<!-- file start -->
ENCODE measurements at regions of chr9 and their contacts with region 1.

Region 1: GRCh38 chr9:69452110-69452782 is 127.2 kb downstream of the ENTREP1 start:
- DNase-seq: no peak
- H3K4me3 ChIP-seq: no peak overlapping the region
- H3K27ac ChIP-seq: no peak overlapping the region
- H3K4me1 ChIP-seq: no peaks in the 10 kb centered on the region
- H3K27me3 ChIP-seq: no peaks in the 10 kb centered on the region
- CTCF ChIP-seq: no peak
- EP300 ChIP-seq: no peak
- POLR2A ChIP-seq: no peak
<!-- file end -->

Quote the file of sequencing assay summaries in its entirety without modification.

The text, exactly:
ENCODE measurements at regions of chr9 and their contacts with region 1.

Region 1: GRCh38 chr9:69452110-69452782 is 127.2 kb downstream of the ENTREP1 start:
- DNase-seq: no peak
- H3K4me3 ChIP-seq: no peak overlapping the region
- H3K27ac ChIP-seq: no peak overlapping the region
- H3K4me1 ChIP-seq: no peaks in the 10 kb centered on the region
- H3K27me3 ChIP-seq: no peaks in the 10 kb centered on the region
- CTCF ChIP-seq: no peak
- EP300 ChIP-seq: no peak
- POLR2A ChIP-seq: no peak